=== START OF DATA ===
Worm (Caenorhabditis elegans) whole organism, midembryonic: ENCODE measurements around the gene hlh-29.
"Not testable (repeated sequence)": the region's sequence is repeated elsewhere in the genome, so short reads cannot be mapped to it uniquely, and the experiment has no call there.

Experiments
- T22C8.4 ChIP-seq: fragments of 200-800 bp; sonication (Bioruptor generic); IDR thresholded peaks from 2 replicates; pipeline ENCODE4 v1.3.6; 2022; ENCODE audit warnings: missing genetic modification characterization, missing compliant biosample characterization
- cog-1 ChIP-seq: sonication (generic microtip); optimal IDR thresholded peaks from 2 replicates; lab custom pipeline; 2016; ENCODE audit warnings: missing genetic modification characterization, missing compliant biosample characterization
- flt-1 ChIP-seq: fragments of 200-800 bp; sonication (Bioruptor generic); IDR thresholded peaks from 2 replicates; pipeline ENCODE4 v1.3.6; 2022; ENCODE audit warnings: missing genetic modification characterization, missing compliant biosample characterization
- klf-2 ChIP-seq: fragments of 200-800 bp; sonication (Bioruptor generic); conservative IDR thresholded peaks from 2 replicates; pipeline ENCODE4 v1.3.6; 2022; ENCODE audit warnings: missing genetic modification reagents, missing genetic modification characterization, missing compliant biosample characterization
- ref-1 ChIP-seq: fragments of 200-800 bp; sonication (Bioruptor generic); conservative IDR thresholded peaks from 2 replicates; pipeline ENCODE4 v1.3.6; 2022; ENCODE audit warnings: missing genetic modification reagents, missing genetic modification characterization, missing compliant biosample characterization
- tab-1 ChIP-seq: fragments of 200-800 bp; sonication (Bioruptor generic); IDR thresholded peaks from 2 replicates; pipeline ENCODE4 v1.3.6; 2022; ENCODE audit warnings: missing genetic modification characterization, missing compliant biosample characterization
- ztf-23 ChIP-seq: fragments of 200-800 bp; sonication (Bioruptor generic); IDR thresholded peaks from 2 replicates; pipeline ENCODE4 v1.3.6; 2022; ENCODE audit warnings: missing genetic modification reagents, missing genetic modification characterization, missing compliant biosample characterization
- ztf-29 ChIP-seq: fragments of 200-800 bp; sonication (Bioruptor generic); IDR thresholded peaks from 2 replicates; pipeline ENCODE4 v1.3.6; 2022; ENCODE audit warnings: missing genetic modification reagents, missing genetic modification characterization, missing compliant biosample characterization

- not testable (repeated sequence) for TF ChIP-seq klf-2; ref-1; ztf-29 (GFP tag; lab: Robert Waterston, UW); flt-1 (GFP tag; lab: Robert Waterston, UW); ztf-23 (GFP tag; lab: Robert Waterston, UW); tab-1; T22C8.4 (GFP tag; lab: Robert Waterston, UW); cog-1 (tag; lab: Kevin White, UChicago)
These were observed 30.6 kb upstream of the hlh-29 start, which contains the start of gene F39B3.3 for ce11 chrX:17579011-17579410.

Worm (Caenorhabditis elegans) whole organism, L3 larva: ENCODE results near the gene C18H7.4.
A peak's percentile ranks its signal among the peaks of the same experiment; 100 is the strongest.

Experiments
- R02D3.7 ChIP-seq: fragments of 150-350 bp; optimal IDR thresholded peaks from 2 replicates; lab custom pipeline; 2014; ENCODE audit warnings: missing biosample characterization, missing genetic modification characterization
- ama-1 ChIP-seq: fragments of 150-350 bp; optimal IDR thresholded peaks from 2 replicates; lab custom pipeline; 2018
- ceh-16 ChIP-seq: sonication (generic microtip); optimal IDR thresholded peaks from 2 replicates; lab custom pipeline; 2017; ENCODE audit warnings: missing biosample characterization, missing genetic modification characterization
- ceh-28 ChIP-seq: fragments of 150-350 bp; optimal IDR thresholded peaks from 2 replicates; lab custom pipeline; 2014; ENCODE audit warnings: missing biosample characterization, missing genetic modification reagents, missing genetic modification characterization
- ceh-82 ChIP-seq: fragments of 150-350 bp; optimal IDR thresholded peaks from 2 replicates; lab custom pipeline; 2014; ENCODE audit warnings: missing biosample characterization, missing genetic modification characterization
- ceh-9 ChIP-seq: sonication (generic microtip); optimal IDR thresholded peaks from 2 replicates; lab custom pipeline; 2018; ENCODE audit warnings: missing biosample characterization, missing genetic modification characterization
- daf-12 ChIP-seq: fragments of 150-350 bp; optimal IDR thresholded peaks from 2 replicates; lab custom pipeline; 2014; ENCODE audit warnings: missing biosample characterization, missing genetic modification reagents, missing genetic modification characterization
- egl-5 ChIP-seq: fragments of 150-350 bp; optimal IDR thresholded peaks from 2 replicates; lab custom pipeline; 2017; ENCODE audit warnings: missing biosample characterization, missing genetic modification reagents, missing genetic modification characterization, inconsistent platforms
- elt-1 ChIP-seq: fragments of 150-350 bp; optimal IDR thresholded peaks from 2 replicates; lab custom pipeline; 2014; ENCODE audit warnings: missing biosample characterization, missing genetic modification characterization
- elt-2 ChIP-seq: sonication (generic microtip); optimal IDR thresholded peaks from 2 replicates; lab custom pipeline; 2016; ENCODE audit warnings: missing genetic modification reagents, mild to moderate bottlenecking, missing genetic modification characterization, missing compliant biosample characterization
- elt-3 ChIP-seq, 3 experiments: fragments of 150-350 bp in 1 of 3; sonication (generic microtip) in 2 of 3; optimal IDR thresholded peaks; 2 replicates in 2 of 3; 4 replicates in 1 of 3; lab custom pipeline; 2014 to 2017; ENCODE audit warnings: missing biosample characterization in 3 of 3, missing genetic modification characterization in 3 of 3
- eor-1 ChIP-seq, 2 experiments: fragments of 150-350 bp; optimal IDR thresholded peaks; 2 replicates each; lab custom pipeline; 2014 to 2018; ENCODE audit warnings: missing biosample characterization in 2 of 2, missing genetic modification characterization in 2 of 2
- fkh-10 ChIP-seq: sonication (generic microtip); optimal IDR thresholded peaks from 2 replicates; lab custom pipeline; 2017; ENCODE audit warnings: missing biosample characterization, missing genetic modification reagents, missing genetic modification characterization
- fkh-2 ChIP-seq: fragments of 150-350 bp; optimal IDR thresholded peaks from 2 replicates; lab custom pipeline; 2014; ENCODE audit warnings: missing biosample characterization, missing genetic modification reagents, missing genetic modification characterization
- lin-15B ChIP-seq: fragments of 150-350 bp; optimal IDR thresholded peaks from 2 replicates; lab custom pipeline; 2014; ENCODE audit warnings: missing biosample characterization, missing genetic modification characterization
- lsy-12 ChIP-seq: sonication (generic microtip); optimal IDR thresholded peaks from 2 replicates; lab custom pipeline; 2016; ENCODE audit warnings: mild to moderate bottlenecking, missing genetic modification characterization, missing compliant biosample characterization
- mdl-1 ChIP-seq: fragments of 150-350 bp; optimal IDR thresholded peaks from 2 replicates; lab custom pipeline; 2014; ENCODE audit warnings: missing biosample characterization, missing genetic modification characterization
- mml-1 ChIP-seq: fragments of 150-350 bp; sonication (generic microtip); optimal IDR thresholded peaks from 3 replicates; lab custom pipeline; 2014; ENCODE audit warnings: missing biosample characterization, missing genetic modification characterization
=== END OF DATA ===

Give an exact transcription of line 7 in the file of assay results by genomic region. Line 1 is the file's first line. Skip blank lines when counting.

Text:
- klf-2 ChIP-seq: fragments of 200-800 bp; sonication (Bioruptor generic); conservative IDR thresholded peaks from 2 replicates; pipeline ENCODE4 v1.3.6; 2022; ENCODE audit warnings: missing genetic modification reagents, missing genetic modification characterization, missing compliant biosample characterization